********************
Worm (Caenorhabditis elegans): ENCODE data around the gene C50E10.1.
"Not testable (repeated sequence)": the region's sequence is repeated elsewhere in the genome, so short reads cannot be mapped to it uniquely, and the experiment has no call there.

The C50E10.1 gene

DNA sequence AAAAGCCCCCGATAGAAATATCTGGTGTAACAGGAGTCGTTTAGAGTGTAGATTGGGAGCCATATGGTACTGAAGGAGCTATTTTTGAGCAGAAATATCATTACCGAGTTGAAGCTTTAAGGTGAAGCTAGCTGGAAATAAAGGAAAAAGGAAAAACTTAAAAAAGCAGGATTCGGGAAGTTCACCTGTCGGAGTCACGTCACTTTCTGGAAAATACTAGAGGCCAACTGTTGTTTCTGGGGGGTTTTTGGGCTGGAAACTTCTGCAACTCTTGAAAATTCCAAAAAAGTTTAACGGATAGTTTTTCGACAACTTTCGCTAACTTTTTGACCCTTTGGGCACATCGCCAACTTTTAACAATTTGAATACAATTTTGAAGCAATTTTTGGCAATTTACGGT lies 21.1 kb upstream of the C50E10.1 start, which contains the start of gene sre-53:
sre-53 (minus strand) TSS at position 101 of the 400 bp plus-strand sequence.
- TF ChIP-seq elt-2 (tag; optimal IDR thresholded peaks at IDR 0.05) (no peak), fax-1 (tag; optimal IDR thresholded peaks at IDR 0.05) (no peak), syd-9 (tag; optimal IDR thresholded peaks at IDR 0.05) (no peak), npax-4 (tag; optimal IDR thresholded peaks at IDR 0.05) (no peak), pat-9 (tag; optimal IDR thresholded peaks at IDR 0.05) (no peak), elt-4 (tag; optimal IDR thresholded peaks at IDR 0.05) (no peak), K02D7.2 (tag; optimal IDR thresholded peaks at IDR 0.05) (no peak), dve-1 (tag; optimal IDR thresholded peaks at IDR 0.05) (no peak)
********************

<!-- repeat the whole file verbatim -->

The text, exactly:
Worm (Caenorhabditis elegans): ENCODE data around the gene C50E10.1.
"Not testable (repeated sequence)": the region's sequence is repeated elsewhere in the genome, so short reads cannot be mapped to it uniquely, and the experiment has no call there.

The C50E10.1 gene

DNA sequence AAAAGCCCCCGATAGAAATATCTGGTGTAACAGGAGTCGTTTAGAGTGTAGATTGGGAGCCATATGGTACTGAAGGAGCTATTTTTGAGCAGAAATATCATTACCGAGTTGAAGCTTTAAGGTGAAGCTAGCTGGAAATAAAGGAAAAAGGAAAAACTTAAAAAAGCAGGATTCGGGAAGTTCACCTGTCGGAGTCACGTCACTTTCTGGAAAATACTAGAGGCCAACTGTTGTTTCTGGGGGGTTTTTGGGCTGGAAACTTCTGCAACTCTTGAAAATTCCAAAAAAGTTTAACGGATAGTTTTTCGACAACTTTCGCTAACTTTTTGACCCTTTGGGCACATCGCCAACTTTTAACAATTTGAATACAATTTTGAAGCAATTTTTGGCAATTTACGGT lies 21.1 kb upstream of the C50E10.1 start, which contains the start of gene sre-53:
sre-53 (minus strand) TSS at position 101 of the 400 bp plus-strand sequence.
- TF ChIP-seq elt-2 (tag; optimal IDR thresholded peaks at IDR 0.05) (no peak), fax-1 (tag; optimal IDR thresholded peaks at IDR 0.05) (no peak), syd-9 (tag; optimal IDR thresholded peaks at IDR 0.05) (no peak), npax-4 (tag; optimal IDR thresholded peaks at IDR 0.05) (no peak), pat-9 (tag; optimal IDR thresholded peaks at IDR 0.05) (no peak), elt-4 (tag; optimal IDR thresholded peaks at IDR 0.05) (no peak), K02D7.2 (tag; optimal IDR thresholded peaks at IDR 0.05) (no peak), dve-1 (tag; optimal IDR thresholded peaks at IDR 0.05) (no peak)